05 December, 2018
Effects of Low Estrogen After a Hysterectomy
If prior to menopause, both ovaries and the uterus are removed during a hysterectomy, the result is what's called surgical menopause. Natural menopause occurs when the ovaries gradually stop functioning, usually at about 50 years of age. Surgical menopause occurs abruptly, with rapidly falling estrogen levels. Consequently, some of the menopausal symptoms may be more severe than in natural menopause, especially hot flushes, vaginal dryness and painful intercourse. Most symptoms can be effectively treated, so talk to your doctor about which treatments are best for you.
Hot flushes, or flashes, are due to sudden opening of the blood vessels close to the skin, usually due to hormonal fluctuations. They are commonly associated with the decrease in estrogen levels resulting from natural or surgical menopause. A hot flush is a sudden sensation of extreme heat in the upper body, typically lasting several minutes. They may cause night sweats, mood swings and sleep disturbances. Although hot flushes were once thought limited to a period of about 2 years, research now suggests that symptoms may last up to 10 years, according to the American College of Obstetricians and Gynecologists Practice Bulletin published in 2014. Several effective hormonal and nonhormonal treatment options exist.
As estrogen levels drop, the vaginal lining becomes thinner and less elastic, and vaginal lubrication decreases. This may result in pain during intercourse and occasional spotting or bleeding afterward. According to a study reported in the May 2015 issue of “Journal of Sexual Medicine,” women who undergo surgical menopause have less vaginal lubrication than women who transition through menopause naturally due to the more abrupt decline in circulating hormone levels. Vaginal estrogen replacement therapy may improve symptoms of painful intercourse after natural or surgical menopause.
Lower estrogen levels from natural menopause are associated with loss of bone mass, also known as osteoporosis. This especially affects the spine and hips. Early menopause, whether natural or as a result of surgical removal of the ovaries, is associated with greater reduction in bone mass or density during the postmenopausal years. The likelihood of a fracture, however, may not be higher in women who have undergone surgical menopause compared to the general population. Although oral estrogen replacement therapy has been used to treat postmenopausal bone loss, nonhormonal treatments for osteoporosis are also in widespread use.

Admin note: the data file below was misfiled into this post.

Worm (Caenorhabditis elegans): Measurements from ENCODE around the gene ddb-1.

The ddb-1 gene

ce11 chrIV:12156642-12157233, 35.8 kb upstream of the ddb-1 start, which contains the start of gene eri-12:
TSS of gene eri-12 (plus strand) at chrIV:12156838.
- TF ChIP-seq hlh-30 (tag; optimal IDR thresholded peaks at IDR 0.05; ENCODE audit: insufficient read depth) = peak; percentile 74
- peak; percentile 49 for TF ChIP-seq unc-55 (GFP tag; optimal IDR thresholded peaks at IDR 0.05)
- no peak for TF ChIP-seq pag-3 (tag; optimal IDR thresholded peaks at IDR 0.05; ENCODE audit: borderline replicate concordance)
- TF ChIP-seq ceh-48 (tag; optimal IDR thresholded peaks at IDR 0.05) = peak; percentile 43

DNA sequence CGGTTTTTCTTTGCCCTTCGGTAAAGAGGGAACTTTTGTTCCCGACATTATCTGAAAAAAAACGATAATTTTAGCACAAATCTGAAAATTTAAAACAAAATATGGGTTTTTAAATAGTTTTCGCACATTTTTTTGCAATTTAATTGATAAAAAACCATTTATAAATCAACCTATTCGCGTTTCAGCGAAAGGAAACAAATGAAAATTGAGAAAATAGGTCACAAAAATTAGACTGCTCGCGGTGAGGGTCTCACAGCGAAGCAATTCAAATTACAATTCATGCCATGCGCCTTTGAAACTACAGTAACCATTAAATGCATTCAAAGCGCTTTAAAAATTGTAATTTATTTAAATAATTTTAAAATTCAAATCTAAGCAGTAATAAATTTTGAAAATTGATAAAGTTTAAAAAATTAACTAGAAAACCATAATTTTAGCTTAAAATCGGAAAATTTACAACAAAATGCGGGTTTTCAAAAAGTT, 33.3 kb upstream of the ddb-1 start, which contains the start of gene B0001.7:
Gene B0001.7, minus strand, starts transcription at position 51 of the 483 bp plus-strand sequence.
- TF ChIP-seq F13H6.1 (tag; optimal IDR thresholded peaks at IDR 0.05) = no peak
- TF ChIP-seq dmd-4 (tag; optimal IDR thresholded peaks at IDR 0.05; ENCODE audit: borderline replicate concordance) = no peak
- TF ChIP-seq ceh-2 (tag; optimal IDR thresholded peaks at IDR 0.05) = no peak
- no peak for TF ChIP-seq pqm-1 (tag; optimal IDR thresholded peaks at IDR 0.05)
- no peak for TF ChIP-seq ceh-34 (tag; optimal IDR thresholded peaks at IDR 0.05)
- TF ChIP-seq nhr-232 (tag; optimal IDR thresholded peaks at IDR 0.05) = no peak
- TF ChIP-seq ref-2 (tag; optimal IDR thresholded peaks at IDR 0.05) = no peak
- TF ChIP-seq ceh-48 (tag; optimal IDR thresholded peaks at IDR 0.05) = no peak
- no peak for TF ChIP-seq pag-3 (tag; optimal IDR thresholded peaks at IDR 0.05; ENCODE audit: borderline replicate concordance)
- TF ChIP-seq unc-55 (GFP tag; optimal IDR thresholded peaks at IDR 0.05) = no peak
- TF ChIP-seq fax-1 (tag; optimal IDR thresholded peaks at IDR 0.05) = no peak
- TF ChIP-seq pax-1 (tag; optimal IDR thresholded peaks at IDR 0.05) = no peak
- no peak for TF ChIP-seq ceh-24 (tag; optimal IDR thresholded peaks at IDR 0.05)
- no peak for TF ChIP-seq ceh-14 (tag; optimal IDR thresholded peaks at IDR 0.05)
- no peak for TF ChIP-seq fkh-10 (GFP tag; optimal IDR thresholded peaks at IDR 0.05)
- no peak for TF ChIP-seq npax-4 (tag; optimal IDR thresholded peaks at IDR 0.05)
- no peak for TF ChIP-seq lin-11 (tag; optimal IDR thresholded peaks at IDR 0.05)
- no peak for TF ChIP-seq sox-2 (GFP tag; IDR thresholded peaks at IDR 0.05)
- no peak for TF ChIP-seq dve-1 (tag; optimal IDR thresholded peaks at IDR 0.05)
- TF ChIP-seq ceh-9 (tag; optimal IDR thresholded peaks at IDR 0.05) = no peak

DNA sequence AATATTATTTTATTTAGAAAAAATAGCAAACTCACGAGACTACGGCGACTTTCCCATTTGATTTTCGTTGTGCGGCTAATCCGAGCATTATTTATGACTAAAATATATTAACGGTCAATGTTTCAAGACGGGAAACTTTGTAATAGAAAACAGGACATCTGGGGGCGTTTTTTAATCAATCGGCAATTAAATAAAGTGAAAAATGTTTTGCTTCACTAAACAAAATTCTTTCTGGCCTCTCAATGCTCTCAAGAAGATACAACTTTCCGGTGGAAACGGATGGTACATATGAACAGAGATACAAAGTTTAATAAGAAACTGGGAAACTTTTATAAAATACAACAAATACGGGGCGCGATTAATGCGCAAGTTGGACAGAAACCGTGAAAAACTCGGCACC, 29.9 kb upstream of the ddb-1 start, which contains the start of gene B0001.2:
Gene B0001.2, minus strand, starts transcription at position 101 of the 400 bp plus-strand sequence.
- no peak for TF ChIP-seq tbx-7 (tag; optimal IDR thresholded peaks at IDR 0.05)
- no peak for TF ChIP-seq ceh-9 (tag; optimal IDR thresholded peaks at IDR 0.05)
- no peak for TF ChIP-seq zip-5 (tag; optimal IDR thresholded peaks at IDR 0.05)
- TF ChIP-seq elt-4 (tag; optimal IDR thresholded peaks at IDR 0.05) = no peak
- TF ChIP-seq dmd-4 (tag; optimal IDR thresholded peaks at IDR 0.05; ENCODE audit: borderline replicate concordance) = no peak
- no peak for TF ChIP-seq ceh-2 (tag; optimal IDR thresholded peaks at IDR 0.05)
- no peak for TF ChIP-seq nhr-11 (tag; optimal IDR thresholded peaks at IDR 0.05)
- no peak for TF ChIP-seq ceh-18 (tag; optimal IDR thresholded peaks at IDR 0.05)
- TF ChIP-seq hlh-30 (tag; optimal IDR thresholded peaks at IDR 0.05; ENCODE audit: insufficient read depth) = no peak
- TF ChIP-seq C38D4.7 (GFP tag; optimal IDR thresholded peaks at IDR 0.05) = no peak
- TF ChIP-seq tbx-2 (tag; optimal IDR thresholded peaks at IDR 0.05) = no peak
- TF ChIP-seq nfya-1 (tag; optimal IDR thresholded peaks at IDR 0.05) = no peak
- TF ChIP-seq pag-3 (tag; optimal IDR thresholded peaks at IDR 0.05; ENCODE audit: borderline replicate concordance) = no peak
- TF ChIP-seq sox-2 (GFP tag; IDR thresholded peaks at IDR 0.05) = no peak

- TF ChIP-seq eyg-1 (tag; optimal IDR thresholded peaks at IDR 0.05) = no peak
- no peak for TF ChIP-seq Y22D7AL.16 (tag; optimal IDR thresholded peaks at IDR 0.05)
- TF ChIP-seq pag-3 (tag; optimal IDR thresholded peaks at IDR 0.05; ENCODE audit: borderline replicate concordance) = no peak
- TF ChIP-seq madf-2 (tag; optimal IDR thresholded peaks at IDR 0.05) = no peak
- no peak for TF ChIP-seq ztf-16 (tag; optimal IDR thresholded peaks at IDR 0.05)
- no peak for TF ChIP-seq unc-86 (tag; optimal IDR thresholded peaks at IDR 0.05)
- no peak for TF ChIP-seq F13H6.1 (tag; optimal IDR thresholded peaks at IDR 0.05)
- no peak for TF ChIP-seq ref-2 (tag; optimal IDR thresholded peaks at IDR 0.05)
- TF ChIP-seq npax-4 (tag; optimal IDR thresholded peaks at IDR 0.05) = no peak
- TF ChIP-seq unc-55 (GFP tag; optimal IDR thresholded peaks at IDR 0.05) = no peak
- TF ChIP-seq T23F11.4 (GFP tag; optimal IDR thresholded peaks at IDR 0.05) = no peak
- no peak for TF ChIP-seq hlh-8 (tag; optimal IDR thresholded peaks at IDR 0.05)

Urinary Tract Infections
Because of changes in the lining of their vagina, such as thinning and decreased blood flow, postmenopausal women are particularly susceptible to developing urinary tract infections. These infections usually occur when bacteria that normally live on the skin or in the gastrointestinal tract ascend up into the bladder. Treatment with vaginal estrogen replacement therapy reduces the risk of urinary tract infections in postmenopausal women.
Entering menopause is well known to increase the risk of heart disease in women. Deleterious changes in the function of the heart and blood vessels may be more prevalent and more severe in women whose ovaries are removed surgically prior to natural menopause. Unlike hot flushes and bone loss, heart disease is not considered a reason to start estrogen replacement therapy in women.
- American College of Obstetricians and Gynecologists Practice Bulletin: Management of Menopausal Symptoms
- Journal of Bone and Mineral Research: Influence of Early Age at Menopause on Vertebral Bone Mass
- Journal of Sexual Medicine: Does Surgical Menopause Affect Sexual Performance Differently From Natural Menopause?
- European Journal of Cancer: Bone Mineral Density and Fractures After Risk-Reducing Salpingo-Oophorectomy in Women at Increased Risk for Breast and Ovarian Cancer.
- Journal of Endocrinologic Investigation: Surgical Menopause Versus Natural Menopause and Cardio-Metabolic Disturbances: A 12-Year Population-Based Cohort Study
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